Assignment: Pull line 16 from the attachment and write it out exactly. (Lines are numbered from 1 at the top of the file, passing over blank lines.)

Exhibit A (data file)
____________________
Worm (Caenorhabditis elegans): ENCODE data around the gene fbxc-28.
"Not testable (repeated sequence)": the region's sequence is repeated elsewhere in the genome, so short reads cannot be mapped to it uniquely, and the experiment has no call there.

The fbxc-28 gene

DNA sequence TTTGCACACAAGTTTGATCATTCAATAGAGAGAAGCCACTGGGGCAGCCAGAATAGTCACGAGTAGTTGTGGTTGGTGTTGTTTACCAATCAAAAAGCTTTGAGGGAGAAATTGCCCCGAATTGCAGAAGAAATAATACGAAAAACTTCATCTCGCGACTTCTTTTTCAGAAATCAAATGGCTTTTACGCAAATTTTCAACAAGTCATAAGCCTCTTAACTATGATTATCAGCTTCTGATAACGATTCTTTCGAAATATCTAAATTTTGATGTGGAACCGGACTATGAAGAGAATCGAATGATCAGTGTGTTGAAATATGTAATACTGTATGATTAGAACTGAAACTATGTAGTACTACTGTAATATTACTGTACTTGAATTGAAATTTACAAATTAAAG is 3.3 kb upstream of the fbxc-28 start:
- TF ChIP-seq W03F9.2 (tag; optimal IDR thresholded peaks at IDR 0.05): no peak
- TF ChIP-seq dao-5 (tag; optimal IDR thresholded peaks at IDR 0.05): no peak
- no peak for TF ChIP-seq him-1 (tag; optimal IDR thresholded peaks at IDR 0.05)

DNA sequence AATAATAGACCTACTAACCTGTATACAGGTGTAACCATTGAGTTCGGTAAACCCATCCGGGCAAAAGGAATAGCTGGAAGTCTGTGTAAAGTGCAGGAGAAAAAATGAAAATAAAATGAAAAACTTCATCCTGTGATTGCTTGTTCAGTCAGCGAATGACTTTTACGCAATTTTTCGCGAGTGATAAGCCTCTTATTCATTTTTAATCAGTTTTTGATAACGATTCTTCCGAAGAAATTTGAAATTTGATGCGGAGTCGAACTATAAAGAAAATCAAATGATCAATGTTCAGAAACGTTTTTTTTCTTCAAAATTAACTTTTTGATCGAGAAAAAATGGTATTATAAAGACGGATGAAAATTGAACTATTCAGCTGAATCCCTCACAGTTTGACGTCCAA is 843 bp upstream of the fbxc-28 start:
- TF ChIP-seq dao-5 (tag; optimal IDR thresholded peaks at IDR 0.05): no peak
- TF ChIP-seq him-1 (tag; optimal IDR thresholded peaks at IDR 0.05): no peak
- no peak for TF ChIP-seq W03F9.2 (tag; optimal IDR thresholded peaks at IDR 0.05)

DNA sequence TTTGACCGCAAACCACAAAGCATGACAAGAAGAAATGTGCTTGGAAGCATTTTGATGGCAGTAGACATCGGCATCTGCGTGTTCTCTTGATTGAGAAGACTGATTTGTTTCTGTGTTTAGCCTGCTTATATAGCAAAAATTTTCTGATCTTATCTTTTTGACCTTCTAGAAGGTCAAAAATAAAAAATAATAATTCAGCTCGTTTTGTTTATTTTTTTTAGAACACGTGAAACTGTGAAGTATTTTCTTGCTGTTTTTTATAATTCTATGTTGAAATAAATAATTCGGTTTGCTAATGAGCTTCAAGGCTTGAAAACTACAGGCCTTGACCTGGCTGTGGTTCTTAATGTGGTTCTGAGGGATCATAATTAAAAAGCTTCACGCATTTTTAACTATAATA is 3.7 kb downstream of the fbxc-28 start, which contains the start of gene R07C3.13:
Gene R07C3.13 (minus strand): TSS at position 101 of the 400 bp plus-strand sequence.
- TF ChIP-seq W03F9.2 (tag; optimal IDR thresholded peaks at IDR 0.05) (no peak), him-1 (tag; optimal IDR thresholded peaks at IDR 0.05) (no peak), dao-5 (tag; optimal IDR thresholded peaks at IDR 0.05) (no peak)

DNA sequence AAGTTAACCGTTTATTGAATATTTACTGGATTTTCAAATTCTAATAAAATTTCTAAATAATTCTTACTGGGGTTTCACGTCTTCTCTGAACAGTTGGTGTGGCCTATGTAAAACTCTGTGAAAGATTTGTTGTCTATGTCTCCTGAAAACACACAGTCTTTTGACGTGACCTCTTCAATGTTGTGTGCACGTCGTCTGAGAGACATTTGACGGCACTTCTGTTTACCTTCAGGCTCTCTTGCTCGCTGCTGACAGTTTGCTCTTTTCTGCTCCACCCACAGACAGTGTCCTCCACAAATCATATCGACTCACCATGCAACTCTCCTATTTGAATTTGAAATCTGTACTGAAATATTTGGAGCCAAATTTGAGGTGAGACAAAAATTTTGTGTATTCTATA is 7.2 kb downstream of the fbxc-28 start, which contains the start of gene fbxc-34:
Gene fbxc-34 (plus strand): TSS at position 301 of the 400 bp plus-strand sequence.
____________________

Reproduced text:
Gene fbxc-34 (plus strand): TSS at position 301 of the 400 bp plus-strand sequence.